India has reached a gross enrollment ratio (GER) of 26.3% in higher education and is on the path to achieve its target of 30% by 2020. The higher education sector has rapidly expanded in the country since 2001, fueled by rising demand.
Despite the increased access to higher education, challenges remain. Low employability of graduates, poor-quality of teaching, faculty shortages, an over-regulated regime, lack of autonomy and investment in research and innovation plague the sector. The limited assessment and accreditation capacity of government bodies such as NAAC and NBA has also been a significant barrier in linking the performance of an institution with autonomy and funding decisions.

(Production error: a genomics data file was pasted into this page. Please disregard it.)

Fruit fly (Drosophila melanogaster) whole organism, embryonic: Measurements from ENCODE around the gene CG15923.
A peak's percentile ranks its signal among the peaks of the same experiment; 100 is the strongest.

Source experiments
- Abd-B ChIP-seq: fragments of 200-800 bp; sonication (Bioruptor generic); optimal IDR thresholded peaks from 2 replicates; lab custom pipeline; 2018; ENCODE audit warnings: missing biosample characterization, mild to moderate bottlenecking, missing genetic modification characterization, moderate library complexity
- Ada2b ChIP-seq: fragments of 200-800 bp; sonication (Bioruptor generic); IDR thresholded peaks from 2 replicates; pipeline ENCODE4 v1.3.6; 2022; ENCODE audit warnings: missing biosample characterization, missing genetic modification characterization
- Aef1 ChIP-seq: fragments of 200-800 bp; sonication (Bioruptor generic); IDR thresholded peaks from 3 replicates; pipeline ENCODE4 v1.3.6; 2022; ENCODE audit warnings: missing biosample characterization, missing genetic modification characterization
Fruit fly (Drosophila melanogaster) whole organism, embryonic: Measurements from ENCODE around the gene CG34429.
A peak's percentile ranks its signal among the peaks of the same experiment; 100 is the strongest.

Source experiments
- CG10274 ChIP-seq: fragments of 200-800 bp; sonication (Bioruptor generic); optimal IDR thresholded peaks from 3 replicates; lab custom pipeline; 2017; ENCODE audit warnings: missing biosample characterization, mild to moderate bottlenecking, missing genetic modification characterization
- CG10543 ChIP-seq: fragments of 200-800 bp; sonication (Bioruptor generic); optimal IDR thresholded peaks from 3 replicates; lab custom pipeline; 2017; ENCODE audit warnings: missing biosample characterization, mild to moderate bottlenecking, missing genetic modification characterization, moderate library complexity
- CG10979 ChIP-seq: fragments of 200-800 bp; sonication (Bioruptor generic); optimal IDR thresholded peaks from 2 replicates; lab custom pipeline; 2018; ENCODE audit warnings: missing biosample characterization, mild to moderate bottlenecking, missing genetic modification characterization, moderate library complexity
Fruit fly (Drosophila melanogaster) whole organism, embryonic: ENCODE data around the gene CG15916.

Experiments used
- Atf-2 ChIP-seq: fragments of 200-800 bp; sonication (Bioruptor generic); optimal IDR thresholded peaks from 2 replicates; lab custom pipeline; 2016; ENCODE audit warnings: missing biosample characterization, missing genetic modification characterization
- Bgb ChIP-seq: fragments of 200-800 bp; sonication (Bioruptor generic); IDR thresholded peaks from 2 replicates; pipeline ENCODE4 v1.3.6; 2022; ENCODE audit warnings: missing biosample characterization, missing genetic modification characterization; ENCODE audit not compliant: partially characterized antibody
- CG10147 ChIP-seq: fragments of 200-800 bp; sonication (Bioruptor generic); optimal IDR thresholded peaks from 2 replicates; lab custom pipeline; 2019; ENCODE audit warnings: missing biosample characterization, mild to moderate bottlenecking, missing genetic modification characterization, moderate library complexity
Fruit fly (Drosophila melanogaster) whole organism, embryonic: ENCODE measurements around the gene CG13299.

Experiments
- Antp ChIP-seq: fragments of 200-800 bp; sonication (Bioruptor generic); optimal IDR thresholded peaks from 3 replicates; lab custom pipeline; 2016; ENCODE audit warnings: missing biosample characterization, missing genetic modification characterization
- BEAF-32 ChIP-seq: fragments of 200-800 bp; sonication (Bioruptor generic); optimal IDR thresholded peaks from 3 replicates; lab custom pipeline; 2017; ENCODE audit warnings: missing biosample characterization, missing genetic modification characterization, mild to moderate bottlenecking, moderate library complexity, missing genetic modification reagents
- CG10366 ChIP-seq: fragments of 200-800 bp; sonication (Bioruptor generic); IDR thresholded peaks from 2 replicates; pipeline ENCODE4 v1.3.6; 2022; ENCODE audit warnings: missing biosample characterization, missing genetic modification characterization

If India is serious about investing in human capital and curbing youth unemployment, it must tackle the problems plaguing the higher education sector. A new Brookings India report on Reviving Higher Education in India [archived PDF] by Shamika Ravi, Neelanjana Gupta, and Puneeth Nagaraj takes a wider view of the urgent reforms needed. The report takes a closer look at key aspects, including: enrollment, employment and quality; governance and accountability; funding with a focus on efficiency, transparency and affordability; research and innovation; and the regulatory system. As the government evaluates proposals to reform the University Grants Commission and implement the recently proposed Draft New Education Policy 2019, the report also offers concrete recommendations and suggestions that have the potential to shape this critical sector in the next few years.
Read the full report [archived PDF].